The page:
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The sudden loss of a loved one leads to questions that are faced in the short film ‘Spoiler: God Wins’, where Christian Luis Neira tells his own experience.
In May 2018, the evangelical community in Spain lived with shock the news of the car crash of the Araguàs family, in which the young university student Lluna died.
In the short film ‘Spoiler: God Wins’, Luis Neira - Lluna's boyfriend - and two other friends, Débora Villalba and Bianca Pricop, talk about their feelings.
This true story deals with questions about suffering, God and faith in the midst of very difficult circumstances.
For Luis Neira, a multimedia producer, creating the video for the Jesus on the Web project has been both an act of love and a way to explain how the Christian's hope goes beyond death.
He spoke to Spanish news website Protestante Digital in the following interview.
Question. What has been the motivation to make this short film?
Answer. Without a doubt, love. And not only my love to Lluna, but that of the whole team that are part of this project, including, of course, her family. We wanted it to be a tribute. And at the same time, we wanted to use this video to give hope to all those who are going through a difficult time.
I remember that, days after the car crash, I read and re-read our WhatsApp conversations, and I came across a message from Lluna from October 2016. I had told her that the father of a common friend had died after a long battle with cancer. And one of her messages that day was: “At times like these it is when we can show the world our hope and trust in God”.
I have no doubt that Lluna's message was key to start the project. Even when we are broken, we share our faith because thousands are dying with no hope.
Q. According to your own experience, how can we deal with the pain of the sudden loss of someone we love?
A. No matter how you understand the world, death is death, and no one is prepared to face the pain and suffering caused by the sudden loss of a loved one.
Your life changes completely, it is a pain that always remains and you have to learn to live with it; that does not happen overnight.
In my case, it was my girlfriend. But for David and Elena it was a daughter. How do you overcome that? It is impossible, we are humans; you simply learn to live with that pain.
I think one does not realise how hard grief is until you live it in your own flesh. In my case, especially at the beginning, I tried to avoid pain by taking refuge at work, distracting myself with friends and family, or simply trying not to think about what had happened.
But the reality hit me every time I wanted to talk to her and I couldn't, even today when I still walk through the places we went and she is no longer with me, or in the nights when questions tortured me.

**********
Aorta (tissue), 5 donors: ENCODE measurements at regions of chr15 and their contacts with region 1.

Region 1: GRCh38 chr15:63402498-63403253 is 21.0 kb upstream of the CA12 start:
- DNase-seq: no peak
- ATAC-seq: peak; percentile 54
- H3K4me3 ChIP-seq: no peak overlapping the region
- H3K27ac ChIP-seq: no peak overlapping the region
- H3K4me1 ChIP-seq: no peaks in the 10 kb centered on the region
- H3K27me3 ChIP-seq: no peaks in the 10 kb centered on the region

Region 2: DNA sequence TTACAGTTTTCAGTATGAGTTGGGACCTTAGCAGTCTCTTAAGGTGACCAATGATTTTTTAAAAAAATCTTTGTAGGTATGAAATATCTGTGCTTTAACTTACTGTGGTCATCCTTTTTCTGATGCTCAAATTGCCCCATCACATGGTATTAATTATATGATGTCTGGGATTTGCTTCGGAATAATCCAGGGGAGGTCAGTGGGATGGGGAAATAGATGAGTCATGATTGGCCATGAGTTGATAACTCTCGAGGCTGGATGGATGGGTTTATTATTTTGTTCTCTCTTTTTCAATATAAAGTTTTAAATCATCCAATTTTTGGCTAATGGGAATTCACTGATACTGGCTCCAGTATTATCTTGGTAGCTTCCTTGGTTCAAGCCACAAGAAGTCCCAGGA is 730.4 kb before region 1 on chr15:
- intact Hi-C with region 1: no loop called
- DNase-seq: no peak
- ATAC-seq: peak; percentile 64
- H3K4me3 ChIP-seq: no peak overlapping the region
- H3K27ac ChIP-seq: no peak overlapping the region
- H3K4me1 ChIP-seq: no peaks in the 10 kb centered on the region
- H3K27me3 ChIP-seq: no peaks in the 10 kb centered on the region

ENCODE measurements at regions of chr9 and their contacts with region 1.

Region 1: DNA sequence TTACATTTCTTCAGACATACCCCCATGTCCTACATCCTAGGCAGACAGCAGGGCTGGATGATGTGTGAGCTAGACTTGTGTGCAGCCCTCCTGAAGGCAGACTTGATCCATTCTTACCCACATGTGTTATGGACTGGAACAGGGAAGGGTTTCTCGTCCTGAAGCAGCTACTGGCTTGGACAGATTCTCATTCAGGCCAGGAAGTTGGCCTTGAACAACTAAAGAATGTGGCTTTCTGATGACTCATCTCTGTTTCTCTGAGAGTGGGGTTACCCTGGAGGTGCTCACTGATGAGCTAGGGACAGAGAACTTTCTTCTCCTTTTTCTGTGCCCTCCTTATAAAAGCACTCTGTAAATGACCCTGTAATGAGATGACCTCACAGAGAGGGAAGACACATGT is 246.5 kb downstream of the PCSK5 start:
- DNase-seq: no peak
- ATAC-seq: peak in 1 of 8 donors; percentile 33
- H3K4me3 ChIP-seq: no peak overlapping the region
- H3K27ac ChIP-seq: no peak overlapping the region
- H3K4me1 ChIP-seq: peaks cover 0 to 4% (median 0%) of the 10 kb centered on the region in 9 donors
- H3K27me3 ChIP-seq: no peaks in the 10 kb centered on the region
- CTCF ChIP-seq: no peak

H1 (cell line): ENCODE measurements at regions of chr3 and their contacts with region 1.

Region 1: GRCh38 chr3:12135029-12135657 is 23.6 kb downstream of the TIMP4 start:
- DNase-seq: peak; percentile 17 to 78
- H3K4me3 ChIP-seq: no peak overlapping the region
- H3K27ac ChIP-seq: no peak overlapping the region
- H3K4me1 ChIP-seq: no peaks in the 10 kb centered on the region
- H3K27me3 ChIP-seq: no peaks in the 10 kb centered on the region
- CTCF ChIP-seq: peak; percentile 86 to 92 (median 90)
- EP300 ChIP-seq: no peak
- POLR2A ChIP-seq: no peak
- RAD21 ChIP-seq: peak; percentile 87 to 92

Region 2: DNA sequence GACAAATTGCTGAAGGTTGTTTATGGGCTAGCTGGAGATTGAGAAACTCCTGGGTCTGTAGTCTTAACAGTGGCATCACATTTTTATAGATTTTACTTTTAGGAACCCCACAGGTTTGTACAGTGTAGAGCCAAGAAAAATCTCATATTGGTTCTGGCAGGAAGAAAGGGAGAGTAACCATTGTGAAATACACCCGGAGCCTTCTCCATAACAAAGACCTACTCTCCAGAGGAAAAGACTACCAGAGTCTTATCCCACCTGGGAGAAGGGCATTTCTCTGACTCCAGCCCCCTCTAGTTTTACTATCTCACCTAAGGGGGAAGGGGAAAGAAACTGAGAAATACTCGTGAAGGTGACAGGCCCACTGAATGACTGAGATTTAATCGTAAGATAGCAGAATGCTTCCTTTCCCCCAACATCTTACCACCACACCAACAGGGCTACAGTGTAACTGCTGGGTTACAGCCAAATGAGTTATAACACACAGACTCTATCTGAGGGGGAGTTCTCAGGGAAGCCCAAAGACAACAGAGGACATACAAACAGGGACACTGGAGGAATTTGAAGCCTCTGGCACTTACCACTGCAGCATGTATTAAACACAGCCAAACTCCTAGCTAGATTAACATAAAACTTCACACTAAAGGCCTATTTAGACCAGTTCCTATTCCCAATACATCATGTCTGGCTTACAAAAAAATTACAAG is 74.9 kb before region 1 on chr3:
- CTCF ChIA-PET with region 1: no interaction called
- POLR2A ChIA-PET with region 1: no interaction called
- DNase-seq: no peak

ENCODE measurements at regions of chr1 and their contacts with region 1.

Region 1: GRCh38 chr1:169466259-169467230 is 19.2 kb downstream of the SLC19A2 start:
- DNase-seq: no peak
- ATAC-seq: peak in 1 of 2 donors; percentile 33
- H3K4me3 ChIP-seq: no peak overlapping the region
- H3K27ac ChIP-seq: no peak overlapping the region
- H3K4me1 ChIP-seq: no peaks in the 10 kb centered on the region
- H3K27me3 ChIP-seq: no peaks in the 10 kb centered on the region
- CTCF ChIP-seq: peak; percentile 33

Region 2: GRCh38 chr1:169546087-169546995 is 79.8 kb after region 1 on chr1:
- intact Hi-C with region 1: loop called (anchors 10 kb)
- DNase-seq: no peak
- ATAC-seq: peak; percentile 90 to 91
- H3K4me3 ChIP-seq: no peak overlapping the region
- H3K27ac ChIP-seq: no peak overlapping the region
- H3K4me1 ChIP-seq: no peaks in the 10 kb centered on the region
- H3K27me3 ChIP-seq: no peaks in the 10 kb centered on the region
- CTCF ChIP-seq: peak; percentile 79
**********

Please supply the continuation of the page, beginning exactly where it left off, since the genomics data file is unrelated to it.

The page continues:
Each person copes with grief in a different way. I think it doesn't matter how many years you have been a believer, or all the experiences you have had with God, because when something like this happens, it shakes your faith completely.
It makes you ask yourself questions to which you don't find answers, but again, you learn to live with it.
Sometimes I have met people who tell me that asking questions or asking God questions is wrong, and they usually conclude saying “it happened because God wanted it that way”.
But God really didn't want it. Originally, God designed a world in which death and suffering did not exist. That is why I think asking God questions is not bad, it is human.
As Debora Villalba says in the video, in the Bible we found a lot of people who were extremely sincere with God about everything they were going through.
Something that gives me a lot of peace and hope is to think about Jesus. When his friend Lazarus died, Jesus arrived at the grave and there Mary - Lazarus' sister – said to him: “If you had been here, he would not have died”.
When Jesus saw her cry, along with the people who were accompanying her, he was so moved that he burst into tears. Moments later, Jesus resurrected Lazarus. He already knew he was going to resurrect him, but he cried for the love and compassion he felt for his friends.
That shows me a God who identifies with my pain, a God who does not look the other way or acts as if nothing had happened, but feels compassion for those who cry for the loss of a loved one. He is the one who promises a future of hope, in which there will be no death, no crying, no regret or pain.
Q. Talking about the issue of death seems a bit taboo, however in this short film it is the key topic.
A. That's right. Who wants to talk about death? Who wants to talk about suffering? However, we all will go through it at some point in our life.
The death of a loved one is something really sad, it marks the life of a person; and even more so if it has been a traumatic death.
We think that it is necessary to talk about death openly. Sometimes we have mistakenly understood that we need to hide the grief or sugar-coated it, saying that someday we will see that person again.
The separation, although we know it is temporary, can lead to a strong depression. And when that happens, in addition to pastoral care, the love and comfort of friends, family and the brothers of the church, professional help should be sought. It can happen to anyone, and I believe the church must be prepared to face those challenges.
In the video we talk about death and grief, but above all, about the hope that Jesus offers to all, and we have tried to do it in a natural way and with sincerity. We speak from the experience of a true story.
Q. What would you like viewers to feel when watching the short film?
A. Peace, comfort, and hope. In the video we give very few details about the life of Lluna - but she was a person who loved others, transmitted peace and joy wherever she went, and shared her faith with passion.
And that has been our goal for ‘Spoiler God Wins’: even in the midst of pain, passionately share the Good News.